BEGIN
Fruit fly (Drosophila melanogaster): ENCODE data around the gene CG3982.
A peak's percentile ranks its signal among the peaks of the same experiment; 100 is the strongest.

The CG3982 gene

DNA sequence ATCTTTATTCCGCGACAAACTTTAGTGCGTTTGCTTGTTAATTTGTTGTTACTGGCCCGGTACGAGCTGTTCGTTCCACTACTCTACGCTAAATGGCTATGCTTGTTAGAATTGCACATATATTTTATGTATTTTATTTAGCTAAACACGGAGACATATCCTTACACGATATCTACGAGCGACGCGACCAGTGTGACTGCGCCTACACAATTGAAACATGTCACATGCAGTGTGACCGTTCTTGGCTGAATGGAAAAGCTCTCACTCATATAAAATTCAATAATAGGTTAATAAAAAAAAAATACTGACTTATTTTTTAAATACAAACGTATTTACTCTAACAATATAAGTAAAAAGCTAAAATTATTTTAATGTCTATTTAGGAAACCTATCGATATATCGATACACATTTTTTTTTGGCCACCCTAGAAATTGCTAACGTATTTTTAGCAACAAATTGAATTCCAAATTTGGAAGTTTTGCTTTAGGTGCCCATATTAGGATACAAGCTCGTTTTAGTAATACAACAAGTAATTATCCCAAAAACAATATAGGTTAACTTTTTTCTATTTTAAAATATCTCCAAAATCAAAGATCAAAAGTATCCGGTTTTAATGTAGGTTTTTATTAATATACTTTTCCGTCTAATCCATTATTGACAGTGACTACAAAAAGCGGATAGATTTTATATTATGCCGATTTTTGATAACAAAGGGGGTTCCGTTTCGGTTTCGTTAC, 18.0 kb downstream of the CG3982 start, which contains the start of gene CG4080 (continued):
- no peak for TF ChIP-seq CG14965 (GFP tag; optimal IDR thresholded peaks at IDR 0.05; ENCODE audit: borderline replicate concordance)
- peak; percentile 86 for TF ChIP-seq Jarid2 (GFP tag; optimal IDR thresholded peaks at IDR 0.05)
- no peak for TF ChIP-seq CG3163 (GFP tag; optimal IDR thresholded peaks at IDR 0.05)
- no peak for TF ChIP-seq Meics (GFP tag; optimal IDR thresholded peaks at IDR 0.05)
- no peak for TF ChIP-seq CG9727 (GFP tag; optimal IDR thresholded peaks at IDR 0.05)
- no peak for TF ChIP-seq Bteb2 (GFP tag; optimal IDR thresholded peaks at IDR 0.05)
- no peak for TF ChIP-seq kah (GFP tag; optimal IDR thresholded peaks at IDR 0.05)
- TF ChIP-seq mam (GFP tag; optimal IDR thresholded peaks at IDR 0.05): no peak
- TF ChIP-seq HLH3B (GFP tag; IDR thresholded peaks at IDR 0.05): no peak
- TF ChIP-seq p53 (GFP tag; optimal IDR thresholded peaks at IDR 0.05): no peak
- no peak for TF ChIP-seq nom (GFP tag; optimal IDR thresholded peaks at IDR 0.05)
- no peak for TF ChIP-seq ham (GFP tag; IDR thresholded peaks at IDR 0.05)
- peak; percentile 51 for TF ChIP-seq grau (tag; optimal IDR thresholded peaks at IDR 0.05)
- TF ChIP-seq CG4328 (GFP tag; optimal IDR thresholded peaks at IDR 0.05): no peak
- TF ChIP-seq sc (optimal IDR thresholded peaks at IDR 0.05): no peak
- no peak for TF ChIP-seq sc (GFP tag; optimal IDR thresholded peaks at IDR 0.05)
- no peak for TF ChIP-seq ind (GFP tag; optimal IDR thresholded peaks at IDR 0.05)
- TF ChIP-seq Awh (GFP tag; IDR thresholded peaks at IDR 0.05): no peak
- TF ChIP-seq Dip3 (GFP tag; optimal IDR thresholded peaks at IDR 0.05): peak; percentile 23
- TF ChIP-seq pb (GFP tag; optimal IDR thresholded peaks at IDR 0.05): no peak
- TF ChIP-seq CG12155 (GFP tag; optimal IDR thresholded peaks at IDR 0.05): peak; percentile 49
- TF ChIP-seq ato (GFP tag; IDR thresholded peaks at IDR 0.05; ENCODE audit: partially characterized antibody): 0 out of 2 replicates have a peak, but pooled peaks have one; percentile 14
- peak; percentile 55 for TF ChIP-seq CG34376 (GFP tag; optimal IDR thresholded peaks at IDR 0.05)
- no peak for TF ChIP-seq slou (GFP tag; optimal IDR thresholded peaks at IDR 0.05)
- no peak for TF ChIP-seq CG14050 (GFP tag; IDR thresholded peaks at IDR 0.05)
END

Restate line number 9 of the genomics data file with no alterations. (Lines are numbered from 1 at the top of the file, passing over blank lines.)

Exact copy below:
- no peak for TF ChIP-seq CG9727 (GFP tag; optimal IDR thresholded peaks at IDR 0.05)